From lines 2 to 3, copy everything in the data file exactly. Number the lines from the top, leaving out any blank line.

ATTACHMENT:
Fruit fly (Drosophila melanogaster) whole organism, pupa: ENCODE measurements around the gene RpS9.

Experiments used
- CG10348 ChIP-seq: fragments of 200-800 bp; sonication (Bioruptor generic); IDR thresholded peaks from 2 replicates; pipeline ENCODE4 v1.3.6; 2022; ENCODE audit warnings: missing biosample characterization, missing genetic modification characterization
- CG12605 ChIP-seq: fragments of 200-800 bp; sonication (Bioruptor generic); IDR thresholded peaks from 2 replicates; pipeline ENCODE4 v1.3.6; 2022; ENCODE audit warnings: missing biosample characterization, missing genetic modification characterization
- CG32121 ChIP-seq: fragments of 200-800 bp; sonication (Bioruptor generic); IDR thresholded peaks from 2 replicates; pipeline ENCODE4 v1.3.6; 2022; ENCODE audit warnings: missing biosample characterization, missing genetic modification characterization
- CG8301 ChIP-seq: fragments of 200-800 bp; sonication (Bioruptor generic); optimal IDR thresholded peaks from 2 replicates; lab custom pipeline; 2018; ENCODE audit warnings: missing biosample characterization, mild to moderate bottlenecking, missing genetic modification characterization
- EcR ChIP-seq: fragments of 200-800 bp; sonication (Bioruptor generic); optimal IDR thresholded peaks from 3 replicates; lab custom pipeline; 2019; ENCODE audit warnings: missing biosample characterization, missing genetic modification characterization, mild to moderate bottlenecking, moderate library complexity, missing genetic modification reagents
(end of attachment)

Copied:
Experiments used
- CG10348 ChIP-seq: fragments of 200-800 bp; sonication (Bioruptor generic); IDR thresholded peaks from 2 replicates; pipeline ENCODE4 v1.3.6; 2022; ENCODE audit warnings: missing biosample characterization, missing genetic modification characterization